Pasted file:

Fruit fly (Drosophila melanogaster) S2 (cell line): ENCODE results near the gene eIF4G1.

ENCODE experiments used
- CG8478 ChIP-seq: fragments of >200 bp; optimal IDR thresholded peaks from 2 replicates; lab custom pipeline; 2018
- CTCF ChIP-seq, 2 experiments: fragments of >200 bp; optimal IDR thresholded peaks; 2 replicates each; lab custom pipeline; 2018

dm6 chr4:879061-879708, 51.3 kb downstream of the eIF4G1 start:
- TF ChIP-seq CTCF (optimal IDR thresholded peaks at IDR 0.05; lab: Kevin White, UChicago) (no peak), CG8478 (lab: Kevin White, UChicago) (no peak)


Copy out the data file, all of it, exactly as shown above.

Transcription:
Fruit fly (Drosophila melanogaster) S2 (cell line): ENCODE results near the gene eIF4G1.

ENCODE experiments used
- CG8478 ChIP-seq: fragments of >200 bp; optimal IDR thresholded peaks from 2 replicates; lab custom pipeline; 2018
- CTCF ChIP-seq, 2 experiments: fragments of >200 bp; optimal IDR thresholded peaks; 2 replicates each; lab custom pipeline; 2018

dm6 chr4:879061-879708, 51.3 kb downstream of the eIF4G1 start:
- TF ChIP-seq CTCF (optimal IDR thresholded peaks at IDR 0.05; lab: Kevin White, UChicago) (no peak), CG8478 (lab: Kevin White, UChicago) (no peak)